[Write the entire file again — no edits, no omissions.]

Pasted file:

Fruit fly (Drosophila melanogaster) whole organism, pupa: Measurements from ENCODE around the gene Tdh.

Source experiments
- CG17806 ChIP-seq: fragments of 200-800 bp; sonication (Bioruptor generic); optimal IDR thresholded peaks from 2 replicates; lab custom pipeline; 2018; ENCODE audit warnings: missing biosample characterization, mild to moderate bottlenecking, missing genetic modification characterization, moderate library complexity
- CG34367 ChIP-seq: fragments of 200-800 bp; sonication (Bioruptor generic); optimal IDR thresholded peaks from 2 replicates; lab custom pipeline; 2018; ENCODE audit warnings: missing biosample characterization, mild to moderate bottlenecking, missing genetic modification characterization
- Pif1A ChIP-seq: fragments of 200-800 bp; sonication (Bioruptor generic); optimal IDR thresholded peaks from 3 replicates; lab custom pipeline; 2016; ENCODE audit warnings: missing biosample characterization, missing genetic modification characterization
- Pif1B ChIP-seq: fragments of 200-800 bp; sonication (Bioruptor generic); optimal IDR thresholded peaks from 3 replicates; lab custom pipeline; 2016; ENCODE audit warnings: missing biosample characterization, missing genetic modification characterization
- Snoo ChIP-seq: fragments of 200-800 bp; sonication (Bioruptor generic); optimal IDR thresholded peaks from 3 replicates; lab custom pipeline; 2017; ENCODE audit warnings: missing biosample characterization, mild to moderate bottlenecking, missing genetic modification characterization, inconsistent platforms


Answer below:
Fruit fly (Drosophila melanogaster) whole organism, pupa: Measurements from ENCODE around the gene Tdh.

Source experiments
- CG17806 ChIP-seq: fragments of 200-800 bp; sonication (Bioruptor generic); optimal IDR thresholded peaks from 2 replicates; lab custom pipeline; 2018; ENCODE audit warnings: missing biosample characterization, mild to moderate bottlenecking, missing genetic modification characterization, moderate library complexity
- CG34367 ChIP-seq: fragments of 200-800 bp; sonication (Bioruptor generic); optimal IDR thresholded peaks from 2 replicates; lab custom pipeline; 2018; ENCODE audit warnings: missing biosample characterization, mild to moderate bottlenecking, missing genetic modification characterization
- Pif1A ChIP-seq: fragments of 200-800 bp; sonication (Bioruptor generic); optimal IDR thresholded peaks from 3 replicates; lab custom pipeline; 2016; ENCODE audit warnings: missing biosample characterization, missing genetic modification characterization
- Pif1B ChIP-seq: fragments of 200-800 bp; sonication (Bioruptor generic); optimal IDR thresholded peaks from 3 replicates; lab custom pipeline; 2016; ENCODE audit warnings: missing biosample characterization, missing genetic modification characterization
- Snoo ChIP-seq: fragments of 200-800 bp; sonication (Bioruptor generic); optimal IDR thresholded peaks from 3 replicates; lab custom pipeline; 2017; ENCODE audit warnings: missing biosample characterization, mild to moderate bottlenecking, missing genetic modification characterization, inconsistent platforms